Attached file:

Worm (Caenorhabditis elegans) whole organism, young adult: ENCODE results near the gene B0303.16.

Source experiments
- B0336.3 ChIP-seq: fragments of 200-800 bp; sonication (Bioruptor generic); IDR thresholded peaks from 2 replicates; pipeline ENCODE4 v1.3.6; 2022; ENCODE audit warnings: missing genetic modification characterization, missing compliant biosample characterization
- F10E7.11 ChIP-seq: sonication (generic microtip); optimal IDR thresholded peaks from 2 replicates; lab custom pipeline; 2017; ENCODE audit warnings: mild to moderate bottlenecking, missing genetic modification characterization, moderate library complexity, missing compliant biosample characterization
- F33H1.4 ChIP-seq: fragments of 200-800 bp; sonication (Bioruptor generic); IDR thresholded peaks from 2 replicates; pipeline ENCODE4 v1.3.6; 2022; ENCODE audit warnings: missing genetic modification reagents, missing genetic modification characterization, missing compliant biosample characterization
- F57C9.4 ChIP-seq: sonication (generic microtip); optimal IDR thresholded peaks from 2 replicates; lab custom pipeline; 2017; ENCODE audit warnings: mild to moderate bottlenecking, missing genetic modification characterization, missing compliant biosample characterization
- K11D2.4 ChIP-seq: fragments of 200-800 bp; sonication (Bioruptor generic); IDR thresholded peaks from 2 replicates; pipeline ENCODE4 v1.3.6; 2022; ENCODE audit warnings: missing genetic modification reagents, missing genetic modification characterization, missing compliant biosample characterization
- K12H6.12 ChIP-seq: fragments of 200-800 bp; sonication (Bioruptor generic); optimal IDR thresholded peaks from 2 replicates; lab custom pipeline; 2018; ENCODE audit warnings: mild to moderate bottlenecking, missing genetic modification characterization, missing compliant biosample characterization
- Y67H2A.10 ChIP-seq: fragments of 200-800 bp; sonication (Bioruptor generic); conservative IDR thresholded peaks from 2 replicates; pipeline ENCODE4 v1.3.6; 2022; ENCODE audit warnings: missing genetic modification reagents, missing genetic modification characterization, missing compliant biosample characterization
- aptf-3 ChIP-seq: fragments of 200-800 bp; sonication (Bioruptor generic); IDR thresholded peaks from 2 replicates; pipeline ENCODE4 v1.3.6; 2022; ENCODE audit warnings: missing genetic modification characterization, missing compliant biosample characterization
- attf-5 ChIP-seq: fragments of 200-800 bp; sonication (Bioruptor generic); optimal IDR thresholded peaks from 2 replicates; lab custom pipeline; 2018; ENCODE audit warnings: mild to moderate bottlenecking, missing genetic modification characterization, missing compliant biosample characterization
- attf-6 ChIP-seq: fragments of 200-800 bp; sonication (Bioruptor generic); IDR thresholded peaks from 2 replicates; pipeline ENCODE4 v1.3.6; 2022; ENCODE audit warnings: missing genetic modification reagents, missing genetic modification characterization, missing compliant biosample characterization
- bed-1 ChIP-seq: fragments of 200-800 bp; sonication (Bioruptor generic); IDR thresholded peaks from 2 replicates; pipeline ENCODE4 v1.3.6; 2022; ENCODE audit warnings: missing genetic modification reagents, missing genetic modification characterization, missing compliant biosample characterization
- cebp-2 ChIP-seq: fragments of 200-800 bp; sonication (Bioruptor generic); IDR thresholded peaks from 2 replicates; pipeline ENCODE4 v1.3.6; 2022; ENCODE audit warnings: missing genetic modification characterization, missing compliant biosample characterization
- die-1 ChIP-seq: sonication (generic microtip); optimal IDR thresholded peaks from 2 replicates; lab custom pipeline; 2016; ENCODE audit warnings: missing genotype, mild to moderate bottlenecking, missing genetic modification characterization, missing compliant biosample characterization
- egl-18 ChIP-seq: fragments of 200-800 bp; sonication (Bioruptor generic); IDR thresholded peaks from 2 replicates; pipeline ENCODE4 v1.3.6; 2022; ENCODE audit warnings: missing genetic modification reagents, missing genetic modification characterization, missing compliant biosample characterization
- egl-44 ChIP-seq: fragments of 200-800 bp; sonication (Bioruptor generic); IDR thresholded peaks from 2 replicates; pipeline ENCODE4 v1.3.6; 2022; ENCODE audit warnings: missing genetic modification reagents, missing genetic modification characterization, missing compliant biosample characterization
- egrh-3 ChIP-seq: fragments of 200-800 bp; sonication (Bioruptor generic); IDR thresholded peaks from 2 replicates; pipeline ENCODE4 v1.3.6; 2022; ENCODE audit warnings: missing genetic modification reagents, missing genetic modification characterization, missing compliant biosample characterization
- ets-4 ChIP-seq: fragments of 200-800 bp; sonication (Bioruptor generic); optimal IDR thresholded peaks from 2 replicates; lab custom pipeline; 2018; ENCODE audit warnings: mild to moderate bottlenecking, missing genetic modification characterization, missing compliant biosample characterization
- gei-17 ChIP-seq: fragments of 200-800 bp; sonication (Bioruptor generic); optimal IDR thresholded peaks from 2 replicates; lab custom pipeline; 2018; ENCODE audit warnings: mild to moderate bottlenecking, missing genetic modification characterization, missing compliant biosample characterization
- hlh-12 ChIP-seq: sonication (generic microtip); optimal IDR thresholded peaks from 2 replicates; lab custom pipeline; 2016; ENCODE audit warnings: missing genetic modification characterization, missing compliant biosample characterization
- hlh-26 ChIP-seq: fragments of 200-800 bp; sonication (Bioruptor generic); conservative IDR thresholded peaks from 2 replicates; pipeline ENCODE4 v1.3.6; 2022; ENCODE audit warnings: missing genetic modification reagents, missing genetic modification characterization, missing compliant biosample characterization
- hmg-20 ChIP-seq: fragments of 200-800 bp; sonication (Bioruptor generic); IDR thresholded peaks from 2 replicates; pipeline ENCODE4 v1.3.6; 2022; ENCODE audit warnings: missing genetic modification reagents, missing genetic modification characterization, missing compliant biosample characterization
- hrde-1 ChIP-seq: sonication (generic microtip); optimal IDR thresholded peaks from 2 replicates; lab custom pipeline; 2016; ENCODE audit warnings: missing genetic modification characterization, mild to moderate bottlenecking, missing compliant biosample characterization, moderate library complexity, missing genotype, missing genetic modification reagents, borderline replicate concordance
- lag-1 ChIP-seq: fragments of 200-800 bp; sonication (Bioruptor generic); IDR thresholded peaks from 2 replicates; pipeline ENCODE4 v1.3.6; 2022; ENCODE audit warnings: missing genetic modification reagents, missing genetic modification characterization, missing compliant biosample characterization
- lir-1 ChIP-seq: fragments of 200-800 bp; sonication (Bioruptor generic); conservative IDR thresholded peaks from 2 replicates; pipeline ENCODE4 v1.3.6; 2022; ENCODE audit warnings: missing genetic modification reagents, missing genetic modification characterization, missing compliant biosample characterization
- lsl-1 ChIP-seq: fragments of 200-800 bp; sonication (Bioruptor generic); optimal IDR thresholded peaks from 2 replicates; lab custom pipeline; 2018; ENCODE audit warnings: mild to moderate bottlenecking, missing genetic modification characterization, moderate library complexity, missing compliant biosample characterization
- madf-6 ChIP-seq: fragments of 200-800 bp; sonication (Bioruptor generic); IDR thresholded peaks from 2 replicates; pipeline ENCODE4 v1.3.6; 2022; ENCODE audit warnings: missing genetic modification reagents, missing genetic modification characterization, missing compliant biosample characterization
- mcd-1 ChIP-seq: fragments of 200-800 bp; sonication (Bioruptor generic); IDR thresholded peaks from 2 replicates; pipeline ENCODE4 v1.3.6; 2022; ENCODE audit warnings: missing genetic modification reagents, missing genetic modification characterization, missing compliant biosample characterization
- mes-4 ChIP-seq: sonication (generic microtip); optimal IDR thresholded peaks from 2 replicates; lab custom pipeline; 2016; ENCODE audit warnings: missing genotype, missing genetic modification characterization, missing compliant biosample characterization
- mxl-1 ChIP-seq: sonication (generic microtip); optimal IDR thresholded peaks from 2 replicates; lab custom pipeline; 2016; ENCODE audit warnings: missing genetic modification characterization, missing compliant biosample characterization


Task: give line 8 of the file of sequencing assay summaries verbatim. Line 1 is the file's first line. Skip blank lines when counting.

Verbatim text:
- K12H6.12 ChIP-seq: fragments of 200-800 bp; sonication (Bioruptor generic); optimal IDR thresholded peaks from 2 replicates; lab custom pipeline; 2018; ENCODE audit warnings: mild to moderate bottlenecking, missing genetic modification characterization, missing compliant biosample characterization